Thursday, 16 June 2005
I welcome the Minister for State at the Department of Health and Children, Deputy Brian Lenihan, to the House. I know he realises that the issue I am addressing is very serious. Unfortunately, breast cancer is a very common problem in Ireland, with approximately one in ten women being affected by the disease at some stage in their lives. A small number of these cancers are found in families genetically predisposed to getting the disease. Irish scientists have done important work in elucidating the genetics of the disease.
I spoke about this issue years ago and the problem we faced with a US company called Myriad, which was trying to patent the DNA sequences so it could insist that all tests carried out in Ireland were done through it, for which it would charge a considerable fee. We were at the forefront of fighting this patenting proposal in Europe and, fortunately, we won. Myriad lost most of the cases regarding the patenting of tests for breast cancer. In general, this was due to inaccuracies in the DNA sequencing it put forward.
Ireland and other countries are in a position to carry out tests for those genetically predisposed to breast cancer. However, it is not possible to carry out genetic testing because there is a cap on staff numbers in Our Lady's Hospital for Sick Children in Crumlin, which houses the national centre for medical genetics, which carries out these tests, even though more money than ever before has been spent on cancer genetic services in the centre. This cap applies to the centre, as well as the hospital. Facilities have been put in place there for additional staff, laboratories have been built and consulting rooms put forward but at the same time, there is a deficit of approximately 35 staff who are needed. They include counsellors, consultants and technical staff.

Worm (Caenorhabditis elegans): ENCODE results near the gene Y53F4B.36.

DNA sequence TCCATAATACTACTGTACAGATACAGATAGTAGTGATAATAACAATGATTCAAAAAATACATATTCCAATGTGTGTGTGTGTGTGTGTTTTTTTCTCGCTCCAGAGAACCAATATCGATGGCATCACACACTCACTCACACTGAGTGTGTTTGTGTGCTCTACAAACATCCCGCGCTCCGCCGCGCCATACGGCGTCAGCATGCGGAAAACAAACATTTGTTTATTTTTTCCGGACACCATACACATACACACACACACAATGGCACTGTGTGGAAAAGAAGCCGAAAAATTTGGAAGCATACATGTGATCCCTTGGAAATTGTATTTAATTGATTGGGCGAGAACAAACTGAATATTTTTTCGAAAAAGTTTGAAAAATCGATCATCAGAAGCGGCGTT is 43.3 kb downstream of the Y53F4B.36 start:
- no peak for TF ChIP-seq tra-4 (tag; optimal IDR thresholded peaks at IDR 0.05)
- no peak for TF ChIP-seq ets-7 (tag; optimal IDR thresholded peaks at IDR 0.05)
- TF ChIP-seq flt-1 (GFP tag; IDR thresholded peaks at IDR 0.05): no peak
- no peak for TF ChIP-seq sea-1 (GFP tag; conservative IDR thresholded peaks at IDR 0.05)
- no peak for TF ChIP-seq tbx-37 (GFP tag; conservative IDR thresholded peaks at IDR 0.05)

It is important to remember that these people are urgently required not simply for the service that the national centre for medical genetics was trying to provide itself but also because the private clinic in Galway, which did not have an adequate medical input, was forced to close down earlier this year. Staff at the national centre for medical genetics have been forced to deal with the additional workload created by the Galway clinic's closure while no change has been made to the cap on staff at Our Lady's Hospital for Sick Children.